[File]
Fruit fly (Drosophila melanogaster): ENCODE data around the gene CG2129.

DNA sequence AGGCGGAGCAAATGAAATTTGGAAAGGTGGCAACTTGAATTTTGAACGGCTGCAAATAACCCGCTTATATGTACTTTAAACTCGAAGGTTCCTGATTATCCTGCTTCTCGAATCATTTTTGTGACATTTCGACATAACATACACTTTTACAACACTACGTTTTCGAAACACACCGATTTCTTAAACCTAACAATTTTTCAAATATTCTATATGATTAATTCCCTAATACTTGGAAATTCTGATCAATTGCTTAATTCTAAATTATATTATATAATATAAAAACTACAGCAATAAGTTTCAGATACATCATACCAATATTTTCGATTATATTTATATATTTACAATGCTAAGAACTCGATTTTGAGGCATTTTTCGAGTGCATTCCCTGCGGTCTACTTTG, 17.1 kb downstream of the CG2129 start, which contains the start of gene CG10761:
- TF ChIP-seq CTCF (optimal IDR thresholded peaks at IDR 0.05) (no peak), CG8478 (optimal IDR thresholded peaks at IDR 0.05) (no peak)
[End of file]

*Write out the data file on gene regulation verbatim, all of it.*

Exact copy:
Fruit fly (Drosophila melanogaster): ENCODE data around the gene CG2129.

DNA sequence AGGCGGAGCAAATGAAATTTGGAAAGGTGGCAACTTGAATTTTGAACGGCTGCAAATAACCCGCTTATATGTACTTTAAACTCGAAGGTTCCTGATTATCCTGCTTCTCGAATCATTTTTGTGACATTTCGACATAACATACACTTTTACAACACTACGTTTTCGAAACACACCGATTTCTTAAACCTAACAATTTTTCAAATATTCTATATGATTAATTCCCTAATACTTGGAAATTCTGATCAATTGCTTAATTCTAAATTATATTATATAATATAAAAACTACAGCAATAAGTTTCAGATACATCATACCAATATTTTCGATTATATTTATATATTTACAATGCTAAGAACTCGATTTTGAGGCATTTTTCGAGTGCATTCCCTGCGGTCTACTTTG, 17.1 kb downstream of the CG2129 start, which contains the start of gene CG10761:
- TF ChIP-seq CTCF (optimal IDR thresholded peaks at IDR 0.05) (no peak), CG8478 (optimal IDR thresholded peaks at IDR 0.05) (no peak)